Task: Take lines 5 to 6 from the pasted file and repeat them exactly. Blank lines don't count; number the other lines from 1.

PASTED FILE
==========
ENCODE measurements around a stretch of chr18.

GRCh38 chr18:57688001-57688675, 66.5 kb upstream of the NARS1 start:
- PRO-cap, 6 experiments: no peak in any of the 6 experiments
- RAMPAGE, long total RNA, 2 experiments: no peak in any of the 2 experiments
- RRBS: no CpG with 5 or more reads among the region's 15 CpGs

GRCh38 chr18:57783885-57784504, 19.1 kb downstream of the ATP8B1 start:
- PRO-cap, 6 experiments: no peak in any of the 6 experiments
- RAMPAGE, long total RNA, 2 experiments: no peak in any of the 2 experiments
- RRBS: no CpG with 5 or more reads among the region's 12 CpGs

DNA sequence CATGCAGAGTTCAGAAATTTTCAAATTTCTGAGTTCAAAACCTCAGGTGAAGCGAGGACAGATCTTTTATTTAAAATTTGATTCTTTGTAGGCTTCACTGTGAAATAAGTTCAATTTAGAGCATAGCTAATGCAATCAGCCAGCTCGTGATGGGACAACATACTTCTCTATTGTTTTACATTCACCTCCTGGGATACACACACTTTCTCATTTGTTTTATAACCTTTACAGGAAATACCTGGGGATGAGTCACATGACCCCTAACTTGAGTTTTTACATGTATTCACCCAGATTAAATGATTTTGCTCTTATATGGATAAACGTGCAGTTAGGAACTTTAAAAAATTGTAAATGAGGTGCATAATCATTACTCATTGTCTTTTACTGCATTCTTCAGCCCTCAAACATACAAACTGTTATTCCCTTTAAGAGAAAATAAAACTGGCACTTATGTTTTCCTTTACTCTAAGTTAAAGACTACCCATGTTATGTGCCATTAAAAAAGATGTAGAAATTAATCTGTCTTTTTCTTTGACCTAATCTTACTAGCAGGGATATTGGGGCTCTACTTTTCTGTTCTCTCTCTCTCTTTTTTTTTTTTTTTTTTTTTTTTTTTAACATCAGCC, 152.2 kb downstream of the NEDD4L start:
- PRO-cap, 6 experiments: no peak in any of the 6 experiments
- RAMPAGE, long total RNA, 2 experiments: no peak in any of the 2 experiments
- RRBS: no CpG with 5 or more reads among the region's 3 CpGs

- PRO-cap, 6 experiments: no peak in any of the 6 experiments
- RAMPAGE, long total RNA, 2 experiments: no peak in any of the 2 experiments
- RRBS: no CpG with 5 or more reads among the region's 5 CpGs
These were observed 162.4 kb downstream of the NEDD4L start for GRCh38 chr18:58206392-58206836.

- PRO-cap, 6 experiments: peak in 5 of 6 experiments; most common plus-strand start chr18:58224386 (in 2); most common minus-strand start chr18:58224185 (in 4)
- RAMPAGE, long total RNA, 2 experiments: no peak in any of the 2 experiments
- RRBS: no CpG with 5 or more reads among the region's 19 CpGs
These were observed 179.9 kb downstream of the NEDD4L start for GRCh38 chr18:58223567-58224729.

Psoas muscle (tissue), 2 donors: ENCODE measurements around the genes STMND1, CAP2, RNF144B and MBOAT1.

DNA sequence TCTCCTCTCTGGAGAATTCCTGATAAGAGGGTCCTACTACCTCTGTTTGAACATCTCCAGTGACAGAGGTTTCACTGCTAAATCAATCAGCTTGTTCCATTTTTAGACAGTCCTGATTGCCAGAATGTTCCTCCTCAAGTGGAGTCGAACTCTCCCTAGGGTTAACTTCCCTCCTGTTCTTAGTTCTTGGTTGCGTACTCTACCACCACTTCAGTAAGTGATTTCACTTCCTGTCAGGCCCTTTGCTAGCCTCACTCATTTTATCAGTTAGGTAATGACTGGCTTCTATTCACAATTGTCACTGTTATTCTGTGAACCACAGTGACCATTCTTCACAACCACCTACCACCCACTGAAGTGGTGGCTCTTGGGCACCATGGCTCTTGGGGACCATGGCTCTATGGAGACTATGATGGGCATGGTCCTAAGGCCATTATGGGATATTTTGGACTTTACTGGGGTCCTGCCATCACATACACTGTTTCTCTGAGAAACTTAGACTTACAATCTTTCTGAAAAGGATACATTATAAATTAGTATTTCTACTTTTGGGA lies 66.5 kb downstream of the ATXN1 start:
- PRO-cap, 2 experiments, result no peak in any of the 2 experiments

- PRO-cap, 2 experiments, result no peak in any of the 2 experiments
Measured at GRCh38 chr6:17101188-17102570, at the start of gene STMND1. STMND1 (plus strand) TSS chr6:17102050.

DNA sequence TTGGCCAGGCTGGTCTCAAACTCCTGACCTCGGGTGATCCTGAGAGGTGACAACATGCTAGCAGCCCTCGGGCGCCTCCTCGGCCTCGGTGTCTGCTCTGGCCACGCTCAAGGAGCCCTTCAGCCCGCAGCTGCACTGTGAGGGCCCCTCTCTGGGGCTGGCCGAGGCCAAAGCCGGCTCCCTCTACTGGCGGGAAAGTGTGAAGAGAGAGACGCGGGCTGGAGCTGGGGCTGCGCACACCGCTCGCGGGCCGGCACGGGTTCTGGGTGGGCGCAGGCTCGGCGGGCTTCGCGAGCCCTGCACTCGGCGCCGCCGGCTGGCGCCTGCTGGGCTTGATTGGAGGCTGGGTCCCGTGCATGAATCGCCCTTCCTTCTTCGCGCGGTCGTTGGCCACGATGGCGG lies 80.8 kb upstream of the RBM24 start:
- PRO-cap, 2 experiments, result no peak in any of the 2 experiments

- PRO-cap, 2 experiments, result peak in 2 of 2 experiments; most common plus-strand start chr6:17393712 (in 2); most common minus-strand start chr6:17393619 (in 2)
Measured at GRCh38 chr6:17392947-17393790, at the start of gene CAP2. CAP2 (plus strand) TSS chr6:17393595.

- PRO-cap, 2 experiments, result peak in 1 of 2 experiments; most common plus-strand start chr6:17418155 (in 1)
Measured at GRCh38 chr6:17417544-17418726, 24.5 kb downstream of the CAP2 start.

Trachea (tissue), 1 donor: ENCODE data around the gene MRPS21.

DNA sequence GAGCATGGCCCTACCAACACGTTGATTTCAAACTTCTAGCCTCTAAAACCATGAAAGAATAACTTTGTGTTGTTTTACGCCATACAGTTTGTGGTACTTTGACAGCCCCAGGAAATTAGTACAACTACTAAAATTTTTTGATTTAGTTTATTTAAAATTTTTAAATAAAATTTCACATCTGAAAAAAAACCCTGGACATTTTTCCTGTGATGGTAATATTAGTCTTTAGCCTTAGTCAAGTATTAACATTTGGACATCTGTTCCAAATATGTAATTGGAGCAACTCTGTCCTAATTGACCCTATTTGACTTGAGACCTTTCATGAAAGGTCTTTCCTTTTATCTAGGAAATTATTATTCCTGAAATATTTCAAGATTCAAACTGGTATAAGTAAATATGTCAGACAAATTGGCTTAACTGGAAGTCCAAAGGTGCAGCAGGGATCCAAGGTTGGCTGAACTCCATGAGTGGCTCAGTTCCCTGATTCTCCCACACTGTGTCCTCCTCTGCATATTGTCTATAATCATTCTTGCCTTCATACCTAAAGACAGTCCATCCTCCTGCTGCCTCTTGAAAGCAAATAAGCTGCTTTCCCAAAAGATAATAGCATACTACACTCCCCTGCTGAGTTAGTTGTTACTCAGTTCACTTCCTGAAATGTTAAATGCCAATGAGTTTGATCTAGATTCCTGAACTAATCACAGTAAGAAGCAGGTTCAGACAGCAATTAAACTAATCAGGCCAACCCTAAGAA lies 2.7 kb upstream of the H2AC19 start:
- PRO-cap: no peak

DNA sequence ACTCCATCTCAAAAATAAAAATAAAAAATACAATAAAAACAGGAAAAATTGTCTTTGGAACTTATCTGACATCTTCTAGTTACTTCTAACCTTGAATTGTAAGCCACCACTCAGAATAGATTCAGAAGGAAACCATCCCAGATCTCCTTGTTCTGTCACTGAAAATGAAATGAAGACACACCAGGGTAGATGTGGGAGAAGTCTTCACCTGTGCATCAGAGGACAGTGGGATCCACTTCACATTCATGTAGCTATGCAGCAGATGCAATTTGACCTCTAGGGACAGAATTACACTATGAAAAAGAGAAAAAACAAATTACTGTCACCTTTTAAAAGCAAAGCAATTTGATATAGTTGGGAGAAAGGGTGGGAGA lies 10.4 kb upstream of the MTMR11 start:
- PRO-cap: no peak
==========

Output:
- RRBS: no CpG with 5 or more reads among the region's 15 CpGs

GRCh38 chr18:57783885-57784504, 19.1 kb downstream of the ATP8B1 start: